While browsing through this site, I came upon the text of Arnold: "On teaching mathematics".


containing the phrase

... it can be said that a hypocycloid is as inexhaustible as an ideal in a polynomial ring. But teaching ideals to students who have never seen a hypocycloid is as ridiculous as teaching addition of fractions to children who have never cut (at least mentally) a cake or an apple into equal parts.

So, here is my question:

What is the relation between the hypocycloid and ideals?

Edited to add in view of the first comment:

The hypocycloid is an algebraic curve and the polynomials that vanish on this curve form an ideal. But is there anything about the hypocycloid that motivates the question of regarding vanishing polynomials (which is clearly the case for cutting cakes and adding fractions or some of the other mathematical/physical examples in the text).

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    $\begingroup$ First, in view of the general style of this text (which I just browsed and found quite interesting/entertaining), I would not look for too exact a meaning in each sentence. Second, there is a clear relation between (algebraic) curves and varieties and ideals, see e.g. here en.wikipedia.org/wiki/Algebraic_variety for a glimpse. I assume the main sentiment to be expressed (also in other passages of the text) is that it doesn't make sense to teach algebraic geometry (and the necessary basics from comm. algebra) to somebody who never saw a nice/interesting curve or surface beforehand. $\endgroup$ – user9072 Apr 21 '11 at 16:05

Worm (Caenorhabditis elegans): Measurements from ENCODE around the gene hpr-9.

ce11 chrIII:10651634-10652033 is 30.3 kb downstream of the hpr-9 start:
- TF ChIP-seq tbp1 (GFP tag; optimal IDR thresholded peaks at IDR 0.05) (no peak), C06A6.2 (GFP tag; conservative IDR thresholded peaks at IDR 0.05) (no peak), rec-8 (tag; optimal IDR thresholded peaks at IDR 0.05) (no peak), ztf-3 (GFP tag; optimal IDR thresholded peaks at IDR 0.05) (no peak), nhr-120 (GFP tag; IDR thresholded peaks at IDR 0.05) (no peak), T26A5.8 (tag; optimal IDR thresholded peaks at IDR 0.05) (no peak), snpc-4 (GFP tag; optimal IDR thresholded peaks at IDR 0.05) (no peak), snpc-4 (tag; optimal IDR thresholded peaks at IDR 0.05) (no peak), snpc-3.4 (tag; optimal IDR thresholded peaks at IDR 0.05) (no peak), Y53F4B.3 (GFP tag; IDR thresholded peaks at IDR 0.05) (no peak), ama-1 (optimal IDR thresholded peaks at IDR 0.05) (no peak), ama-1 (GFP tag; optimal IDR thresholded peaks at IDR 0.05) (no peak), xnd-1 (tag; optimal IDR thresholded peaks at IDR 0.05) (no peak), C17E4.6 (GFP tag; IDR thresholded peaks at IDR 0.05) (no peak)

• $\begingroup$ Thanks for your comment, I have added something to the question because I suspect (and could be wrong, of course) that the author had a more exact parallel in mind. $\endgroup$ – user11235 Apr 21 '11 at 16:53
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    $\begingroup$ You are welcome. However, my impression, but I might be missing something, is that there is nothing particular about the type curves (hypocyloid) and that they are just mentioned to give an example of for nice/interesting curve (and could be replaced by any other type of interesting curve). Now, why and how the study of curves and surfaces is naturally related to ideals and other notions of commutative algebra, a lot could be said on this. However, I think that this site is not the right place to discuss basic notions of Algebraic Geometry. $\endgroup$ – user9072 Apr 21 '11 at 17:06

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